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Benchmarking Training

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'Know your enemy and know yourself; in a hundred battles you will never be in peril.'

— Sun Tzu

What is Benchmarking?

Benchmarking is a process by which you compare yourself to the best of your competitors, or those companies recognised as leaders in the field, with the aim of exceeding or surpassing their performance in all aspects whether it be products, processes or services.

So, if a company in your sector is doing better than you are, it would be reasonable to assume that the quality of its training would be one of the factors that contributed to its business success. Therefore, it would be valid to compare its training to your own.

Benchmarking is a learning experience: observing what the competition is doing now; projecting what that performance might be in the future; understanding how they operate and, where applicable, adapting their practices for your own use.

Comparing yourself against companies who have a known high reputation for their training is one of the best ways to evaluate your training. To do this you will have to decide which are the important indicators you wish to measure yourself against.

How do you 'Benchmark'?

The process comprises three phases:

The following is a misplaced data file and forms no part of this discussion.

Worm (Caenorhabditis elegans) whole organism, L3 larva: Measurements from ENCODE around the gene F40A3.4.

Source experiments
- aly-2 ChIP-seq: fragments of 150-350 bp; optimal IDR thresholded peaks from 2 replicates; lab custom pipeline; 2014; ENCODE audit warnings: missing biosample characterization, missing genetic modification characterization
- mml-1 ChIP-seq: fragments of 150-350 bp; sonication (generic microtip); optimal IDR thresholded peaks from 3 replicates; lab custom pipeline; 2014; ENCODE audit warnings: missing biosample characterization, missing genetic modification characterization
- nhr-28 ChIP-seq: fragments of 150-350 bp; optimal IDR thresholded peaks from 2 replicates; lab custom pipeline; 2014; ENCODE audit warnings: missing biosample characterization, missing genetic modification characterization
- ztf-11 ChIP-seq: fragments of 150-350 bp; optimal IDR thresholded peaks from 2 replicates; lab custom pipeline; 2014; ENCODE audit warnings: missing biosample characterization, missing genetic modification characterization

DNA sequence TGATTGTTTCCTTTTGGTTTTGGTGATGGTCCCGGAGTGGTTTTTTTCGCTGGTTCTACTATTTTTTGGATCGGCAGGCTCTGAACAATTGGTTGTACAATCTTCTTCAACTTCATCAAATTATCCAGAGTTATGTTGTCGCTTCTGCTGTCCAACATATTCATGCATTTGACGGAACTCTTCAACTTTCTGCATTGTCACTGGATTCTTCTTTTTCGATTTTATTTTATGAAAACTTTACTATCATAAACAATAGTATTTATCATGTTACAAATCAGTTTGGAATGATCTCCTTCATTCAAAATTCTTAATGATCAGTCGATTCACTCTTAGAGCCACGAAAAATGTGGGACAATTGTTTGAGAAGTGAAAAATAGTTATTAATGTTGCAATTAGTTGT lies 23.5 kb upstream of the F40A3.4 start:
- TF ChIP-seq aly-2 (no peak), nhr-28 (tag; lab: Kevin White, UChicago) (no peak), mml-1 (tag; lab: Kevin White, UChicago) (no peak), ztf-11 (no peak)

In the preparation phase you plan your benchmarking process and identify:

Every part of every business has 'outputs' — whether it be physical products or intangible services — that it delivers to internal or external customers. It is these outputs, or more precisely measurements of these outputs, that will be the subjects of your benchmarking exercise.

Usually, you will benchmark yourself against competitors in your own field: an engineering company will benchmark itself against another engineering company and a media company will benchmark the best in its field. This is probably the best approach when you are looking at the whole company, but when you are considering a function such as training, you should not allow yourself to be restricted — you should identify the best training organisations no matter in what company they are to be found.

Collecting the data can be done through desk-based research by reading reports, articles and carrying out literature and Internet searches. Google is one of the many search engines that can be used for this purpose.


In the diagnosis phase you collect and analyse the data by:

Not only do you need to establish how far the 'benchmark organisations' are ahead of you, but you also need to understand how they have achieved their lead. It is also very important to understand what these companies future levels of performance will be otherwise you will always be playing 'catch up' and will never be in a leadership position.


In the integration phase you apply the results of the diagnosis to your own business by:

Integration is the phase in which benchmarking starts to pay dividends. Once you have established your goals, you can develop and implement plans. Keep a check on implementation to make sure that you are still on track.

Once you have made the changes in your organisation, you will need to evaluate the results which is, in essence, the start of another benchmarking exercise which means that benchmarking really is a continuous process.